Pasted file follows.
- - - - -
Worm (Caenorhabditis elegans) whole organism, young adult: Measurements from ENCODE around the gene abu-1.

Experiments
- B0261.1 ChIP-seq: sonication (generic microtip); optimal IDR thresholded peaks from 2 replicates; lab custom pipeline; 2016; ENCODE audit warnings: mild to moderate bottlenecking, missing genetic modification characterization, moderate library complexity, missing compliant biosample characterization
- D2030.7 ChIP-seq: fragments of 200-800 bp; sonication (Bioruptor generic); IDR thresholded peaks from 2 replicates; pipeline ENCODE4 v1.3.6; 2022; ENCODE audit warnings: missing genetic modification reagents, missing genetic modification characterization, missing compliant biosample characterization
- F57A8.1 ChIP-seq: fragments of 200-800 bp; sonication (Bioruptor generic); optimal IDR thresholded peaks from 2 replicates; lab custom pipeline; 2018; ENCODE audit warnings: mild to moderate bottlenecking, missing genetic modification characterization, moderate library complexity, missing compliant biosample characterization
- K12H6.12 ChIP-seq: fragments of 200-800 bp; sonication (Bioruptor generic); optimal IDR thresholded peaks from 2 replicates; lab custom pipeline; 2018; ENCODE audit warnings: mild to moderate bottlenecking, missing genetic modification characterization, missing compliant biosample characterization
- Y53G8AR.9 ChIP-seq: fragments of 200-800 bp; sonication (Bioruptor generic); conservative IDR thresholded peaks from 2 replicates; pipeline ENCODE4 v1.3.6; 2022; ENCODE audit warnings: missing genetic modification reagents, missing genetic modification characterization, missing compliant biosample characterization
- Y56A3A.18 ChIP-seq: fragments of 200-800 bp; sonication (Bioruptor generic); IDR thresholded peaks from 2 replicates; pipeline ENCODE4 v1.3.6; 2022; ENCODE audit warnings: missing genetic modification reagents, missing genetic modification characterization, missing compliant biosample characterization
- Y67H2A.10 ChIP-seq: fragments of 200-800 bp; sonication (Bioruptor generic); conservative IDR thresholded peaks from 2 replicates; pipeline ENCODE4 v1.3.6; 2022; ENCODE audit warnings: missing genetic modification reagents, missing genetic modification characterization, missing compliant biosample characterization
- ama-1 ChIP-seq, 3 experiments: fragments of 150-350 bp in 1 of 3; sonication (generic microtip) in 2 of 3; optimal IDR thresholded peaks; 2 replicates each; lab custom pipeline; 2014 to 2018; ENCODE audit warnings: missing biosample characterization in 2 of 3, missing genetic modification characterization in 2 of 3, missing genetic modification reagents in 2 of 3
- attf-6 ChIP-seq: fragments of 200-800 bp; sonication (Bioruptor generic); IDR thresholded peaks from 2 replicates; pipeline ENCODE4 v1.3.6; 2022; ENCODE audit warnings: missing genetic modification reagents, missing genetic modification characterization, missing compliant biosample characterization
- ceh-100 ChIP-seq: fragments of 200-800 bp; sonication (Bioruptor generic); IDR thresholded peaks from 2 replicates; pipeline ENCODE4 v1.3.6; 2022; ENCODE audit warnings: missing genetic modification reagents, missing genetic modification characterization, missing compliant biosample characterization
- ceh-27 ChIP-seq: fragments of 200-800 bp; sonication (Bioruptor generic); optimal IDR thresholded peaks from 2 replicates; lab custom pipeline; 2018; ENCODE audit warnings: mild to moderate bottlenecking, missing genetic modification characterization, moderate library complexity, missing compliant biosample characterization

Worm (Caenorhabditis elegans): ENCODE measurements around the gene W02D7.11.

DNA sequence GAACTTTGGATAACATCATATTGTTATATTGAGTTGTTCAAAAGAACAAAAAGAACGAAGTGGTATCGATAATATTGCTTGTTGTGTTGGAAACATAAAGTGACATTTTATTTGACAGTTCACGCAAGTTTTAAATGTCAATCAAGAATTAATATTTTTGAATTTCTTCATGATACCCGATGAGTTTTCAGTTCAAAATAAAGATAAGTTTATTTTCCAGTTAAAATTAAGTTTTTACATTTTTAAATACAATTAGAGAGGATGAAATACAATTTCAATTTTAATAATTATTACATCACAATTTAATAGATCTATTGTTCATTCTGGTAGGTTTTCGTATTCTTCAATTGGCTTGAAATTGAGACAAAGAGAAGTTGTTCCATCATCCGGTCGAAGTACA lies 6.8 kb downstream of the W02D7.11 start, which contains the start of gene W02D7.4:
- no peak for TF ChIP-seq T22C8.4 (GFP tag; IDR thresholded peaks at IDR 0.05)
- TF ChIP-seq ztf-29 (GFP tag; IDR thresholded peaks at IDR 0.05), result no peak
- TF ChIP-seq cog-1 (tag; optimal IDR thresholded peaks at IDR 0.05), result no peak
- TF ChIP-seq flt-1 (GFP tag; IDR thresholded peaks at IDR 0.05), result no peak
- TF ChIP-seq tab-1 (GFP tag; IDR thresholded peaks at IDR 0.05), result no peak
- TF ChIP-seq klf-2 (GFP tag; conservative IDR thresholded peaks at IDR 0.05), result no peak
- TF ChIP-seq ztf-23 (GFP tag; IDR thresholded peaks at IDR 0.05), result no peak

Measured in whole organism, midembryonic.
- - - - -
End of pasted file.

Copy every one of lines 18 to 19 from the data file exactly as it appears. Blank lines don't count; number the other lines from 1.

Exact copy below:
- TF ChIP-seq cog-1 (tag; optimal IDR thresholded peaks at IDR 0.05), result no peak
- TF ChIP-seq flt-1 (GFP tag; IDR thresholded peaks at IDR 0.05), result no peak